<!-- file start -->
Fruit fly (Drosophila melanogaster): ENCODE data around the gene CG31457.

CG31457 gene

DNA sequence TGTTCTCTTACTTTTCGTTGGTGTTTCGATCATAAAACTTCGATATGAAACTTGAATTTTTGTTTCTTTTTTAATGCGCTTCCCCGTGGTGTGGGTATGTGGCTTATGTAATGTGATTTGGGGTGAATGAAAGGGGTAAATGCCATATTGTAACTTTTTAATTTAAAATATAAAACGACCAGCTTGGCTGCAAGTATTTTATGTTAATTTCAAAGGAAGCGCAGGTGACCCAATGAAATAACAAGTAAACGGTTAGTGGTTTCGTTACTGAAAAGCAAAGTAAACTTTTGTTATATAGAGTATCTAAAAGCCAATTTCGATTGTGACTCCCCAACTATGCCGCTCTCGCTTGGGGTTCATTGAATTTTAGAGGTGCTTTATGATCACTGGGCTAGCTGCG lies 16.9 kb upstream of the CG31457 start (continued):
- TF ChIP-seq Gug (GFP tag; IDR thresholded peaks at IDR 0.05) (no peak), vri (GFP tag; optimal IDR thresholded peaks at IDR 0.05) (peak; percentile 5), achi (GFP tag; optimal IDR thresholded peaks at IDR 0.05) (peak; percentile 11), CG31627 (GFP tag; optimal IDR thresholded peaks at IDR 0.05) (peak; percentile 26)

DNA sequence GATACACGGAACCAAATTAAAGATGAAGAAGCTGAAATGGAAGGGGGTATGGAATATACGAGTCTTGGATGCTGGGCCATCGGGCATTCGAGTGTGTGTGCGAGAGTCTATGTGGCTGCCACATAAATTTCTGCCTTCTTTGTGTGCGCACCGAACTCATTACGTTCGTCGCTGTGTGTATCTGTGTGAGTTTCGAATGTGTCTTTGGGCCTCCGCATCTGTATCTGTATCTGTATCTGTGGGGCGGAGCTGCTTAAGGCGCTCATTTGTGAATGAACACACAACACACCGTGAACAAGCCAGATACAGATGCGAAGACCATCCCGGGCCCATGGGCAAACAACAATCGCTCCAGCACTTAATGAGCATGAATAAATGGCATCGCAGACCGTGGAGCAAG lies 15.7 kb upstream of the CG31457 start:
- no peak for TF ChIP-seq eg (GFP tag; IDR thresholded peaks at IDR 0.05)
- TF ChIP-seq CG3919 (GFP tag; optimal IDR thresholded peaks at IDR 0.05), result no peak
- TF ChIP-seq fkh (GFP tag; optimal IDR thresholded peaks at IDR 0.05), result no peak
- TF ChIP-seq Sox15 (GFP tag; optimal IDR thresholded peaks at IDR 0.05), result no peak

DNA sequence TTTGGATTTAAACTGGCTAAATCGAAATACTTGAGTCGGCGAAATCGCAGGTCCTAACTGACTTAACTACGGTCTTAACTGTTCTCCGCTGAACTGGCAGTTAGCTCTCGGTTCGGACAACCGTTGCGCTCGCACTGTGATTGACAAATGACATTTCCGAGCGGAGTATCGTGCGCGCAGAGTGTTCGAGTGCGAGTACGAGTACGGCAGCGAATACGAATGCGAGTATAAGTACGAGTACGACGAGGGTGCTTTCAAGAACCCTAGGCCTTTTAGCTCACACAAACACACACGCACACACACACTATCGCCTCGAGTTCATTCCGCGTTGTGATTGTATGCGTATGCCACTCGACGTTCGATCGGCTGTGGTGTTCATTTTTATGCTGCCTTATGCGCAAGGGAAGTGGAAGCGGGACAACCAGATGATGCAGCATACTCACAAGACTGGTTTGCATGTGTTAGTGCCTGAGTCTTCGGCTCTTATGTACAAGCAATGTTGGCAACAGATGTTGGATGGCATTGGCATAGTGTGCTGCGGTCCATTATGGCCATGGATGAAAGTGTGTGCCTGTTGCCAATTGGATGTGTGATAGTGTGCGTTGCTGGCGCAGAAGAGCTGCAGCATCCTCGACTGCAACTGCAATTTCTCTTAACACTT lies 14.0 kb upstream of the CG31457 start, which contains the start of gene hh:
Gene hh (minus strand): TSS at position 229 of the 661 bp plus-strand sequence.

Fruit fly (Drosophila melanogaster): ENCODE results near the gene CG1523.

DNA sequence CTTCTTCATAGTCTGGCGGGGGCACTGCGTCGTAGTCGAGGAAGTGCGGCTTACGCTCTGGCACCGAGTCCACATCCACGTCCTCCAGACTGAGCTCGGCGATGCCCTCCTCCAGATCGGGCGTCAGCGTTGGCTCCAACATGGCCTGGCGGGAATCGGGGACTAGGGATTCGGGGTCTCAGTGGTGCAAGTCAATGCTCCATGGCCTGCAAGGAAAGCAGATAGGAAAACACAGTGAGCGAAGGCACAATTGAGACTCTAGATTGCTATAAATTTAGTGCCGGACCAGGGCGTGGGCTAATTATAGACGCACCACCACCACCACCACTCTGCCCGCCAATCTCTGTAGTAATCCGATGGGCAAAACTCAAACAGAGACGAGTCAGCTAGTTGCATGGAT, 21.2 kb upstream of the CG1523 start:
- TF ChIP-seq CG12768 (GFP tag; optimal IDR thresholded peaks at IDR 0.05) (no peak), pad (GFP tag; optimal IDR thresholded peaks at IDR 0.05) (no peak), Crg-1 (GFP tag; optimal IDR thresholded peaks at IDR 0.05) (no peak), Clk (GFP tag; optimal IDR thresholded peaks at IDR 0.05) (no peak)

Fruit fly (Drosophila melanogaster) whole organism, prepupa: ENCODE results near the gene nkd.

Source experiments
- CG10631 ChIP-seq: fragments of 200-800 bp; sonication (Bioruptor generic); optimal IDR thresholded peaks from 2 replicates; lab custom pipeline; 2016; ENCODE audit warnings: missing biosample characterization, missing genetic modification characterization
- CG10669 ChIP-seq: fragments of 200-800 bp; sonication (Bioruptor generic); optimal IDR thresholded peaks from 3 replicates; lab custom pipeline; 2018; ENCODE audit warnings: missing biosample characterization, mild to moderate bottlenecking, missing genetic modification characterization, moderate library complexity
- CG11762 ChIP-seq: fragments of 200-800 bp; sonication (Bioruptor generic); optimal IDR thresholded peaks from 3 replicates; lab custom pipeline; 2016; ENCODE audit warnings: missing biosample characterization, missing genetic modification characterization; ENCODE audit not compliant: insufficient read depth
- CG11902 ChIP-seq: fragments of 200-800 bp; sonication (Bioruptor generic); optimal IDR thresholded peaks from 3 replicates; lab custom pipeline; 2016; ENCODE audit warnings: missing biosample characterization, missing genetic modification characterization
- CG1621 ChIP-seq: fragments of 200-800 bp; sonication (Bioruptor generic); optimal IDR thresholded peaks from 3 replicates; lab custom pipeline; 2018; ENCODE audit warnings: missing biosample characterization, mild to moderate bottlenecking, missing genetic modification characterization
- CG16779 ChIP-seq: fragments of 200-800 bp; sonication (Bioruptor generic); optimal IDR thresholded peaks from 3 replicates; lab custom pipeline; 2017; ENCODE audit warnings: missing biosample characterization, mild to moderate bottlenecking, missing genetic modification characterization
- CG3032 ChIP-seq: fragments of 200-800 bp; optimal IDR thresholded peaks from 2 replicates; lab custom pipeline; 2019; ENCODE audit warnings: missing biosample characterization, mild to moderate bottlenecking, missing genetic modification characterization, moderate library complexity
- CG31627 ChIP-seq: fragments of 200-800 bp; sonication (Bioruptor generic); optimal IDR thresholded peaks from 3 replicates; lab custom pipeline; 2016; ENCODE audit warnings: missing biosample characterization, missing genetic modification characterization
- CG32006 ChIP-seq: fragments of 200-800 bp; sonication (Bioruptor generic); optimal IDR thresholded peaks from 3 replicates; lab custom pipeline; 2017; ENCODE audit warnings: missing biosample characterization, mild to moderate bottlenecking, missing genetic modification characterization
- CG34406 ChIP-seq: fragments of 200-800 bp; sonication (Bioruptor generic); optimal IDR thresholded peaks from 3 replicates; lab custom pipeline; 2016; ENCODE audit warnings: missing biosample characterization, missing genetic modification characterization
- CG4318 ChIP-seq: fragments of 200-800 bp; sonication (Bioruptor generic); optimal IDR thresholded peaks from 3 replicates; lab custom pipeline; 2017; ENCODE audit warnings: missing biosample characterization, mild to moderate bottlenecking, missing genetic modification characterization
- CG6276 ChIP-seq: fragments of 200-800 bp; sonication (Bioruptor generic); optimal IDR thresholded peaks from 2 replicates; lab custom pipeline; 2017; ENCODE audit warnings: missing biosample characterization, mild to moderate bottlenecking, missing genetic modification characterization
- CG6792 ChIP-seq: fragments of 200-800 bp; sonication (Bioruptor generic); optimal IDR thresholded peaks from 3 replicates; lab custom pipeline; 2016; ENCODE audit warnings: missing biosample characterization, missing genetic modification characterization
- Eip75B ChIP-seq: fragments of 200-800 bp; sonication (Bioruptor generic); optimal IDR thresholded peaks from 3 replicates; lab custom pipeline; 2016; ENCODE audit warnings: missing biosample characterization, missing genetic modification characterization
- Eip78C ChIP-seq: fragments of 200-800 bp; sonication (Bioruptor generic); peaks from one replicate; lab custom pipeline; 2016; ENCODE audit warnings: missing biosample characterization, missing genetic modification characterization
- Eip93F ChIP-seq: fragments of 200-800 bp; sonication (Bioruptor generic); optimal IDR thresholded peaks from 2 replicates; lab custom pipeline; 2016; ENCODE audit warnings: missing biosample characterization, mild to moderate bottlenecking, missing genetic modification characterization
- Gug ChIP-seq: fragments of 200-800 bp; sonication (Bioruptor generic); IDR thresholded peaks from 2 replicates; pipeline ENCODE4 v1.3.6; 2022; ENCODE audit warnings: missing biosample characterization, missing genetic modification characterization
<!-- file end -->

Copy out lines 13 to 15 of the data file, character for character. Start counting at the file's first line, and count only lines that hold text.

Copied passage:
DNA sequence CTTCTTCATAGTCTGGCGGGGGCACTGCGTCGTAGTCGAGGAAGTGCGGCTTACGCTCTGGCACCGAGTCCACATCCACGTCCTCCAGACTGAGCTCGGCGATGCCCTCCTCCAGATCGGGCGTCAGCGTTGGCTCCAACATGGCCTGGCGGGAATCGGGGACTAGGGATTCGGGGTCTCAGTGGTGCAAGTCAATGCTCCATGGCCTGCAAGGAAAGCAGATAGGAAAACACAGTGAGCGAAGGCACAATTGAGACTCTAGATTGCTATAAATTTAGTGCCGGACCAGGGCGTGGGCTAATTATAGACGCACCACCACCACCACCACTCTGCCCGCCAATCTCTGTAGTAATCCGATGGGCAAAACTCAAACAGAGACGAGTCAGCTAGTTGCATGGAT, 21.2 kb upstream of the CG1523 start:
- TF ChIP-seq CG12768 (GFP tag; optimal IDR thresholded peaks at IDR 0.05) (no peak), pad (GFP tag; optimal IDR thresholded peaks at IDR 0.05) (no peak), Crg-1 (GFP tag; optimal IDR thresholded peaks at IDR 0.05) (no peak), Clk (GFP tag; optimal IDR thresholded peaks at IDR 0.05) (no peak)

Fruit fly (Drosophila melanogaster) whole organism, prepupa: ENCODE results near the gene nkd.